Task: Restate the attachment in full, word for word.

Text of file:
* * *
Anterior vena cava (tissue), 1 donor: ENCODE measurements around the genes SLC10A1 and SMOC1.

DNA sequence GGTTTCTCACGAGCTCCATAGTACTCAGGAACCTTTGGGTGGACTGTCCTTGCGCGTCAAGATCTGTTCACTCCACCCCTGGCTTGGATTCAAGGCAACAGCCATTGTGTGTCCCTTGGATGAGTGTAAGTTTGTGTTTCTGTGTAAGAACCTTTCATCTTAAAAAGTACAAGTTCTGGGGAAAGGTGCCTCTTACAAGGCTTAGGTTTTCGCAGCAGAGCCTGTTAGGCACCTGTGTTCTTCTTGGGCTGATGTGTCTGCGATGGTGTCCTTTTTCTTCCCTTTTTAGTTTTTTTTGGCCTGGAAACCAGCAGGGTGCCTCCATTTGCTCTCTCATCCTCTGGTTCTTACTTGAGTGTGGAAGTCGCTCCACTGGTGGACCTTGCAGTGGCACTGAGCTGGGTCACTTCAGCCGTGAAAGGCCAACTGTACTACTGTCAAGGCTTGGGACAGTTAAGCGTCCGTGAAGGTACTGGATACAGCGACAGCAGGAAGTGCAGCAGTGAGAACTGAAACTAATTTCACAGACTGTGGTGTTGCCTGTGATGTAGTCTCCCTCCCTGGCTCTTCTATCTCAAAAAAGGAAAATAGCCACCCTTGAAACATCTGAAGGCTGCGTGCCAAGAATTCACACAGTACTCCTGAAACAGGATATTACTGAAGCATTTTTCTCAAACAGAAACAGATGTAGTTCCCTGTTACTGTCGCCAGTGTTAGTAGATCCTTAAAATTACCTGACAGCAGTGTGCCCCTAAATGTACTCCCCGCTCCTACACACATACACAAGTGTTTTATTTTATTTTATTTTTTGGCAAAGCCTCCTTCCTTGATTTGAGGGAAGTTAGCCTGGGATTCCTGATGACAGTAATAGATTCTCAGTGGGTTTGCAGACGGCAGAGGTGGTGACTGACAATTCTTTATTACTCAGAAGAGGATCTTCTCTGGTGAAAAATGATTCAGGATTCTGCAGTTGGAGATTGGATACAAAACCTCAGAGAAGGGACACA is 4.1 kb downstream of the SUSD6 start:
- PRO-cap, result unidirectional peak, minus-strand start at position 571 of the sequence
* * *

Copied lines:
Anterior vena cava (tissue), 1 donor: ENCODE measurements around the genes SLC10A1 and SMOC1.

DNA sequence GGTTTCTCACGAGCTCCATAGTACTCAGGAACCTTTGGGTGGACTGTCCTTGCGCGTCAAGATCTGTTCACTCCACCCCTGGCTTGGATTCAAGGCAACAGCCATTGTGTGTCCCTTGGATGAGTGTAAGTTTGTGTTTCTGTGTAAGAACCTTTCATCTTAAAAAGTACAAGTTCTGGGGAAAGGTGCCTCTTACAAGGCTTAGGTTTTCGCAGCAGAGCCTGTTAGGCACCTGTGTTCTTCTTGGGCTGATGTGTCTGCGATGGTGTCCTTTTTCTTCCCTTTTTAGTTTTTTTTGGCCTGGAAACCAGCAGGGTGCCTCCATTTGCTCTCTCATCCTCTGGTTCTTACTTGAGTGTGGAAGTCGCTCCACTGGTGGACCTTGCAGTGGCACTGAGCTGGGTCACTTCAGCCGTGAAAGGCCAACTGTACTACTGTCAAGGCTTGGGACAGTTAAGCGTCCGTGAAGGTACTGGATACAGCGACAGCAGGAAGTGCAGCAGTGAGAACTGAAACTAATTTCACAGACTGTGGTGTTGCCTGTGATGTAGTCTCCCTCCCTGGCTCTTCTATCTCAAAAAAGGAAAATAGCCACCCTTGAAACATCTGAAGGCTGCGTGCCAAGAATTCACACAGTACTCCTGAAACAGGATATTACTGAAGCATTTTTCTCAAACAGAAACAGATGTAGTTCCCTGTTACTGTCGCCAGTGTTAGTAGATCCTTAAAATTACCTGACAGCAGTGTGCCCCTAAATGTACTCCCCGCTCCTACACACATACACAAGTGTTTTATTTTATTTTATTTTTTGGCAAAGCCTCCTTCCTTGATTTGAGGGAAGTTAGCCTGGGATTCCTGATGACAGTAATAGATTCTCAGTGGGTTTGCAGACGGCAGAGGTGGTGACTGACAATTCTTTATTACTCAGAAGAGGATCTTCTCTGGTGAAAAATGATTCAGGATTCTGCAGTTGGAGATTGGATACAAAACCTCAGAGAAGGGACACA is 4.1 kb downstream of the SUSD6 start:
- PRO-cap, result unidirectional peak, minus-strand start at position 571 of the sequence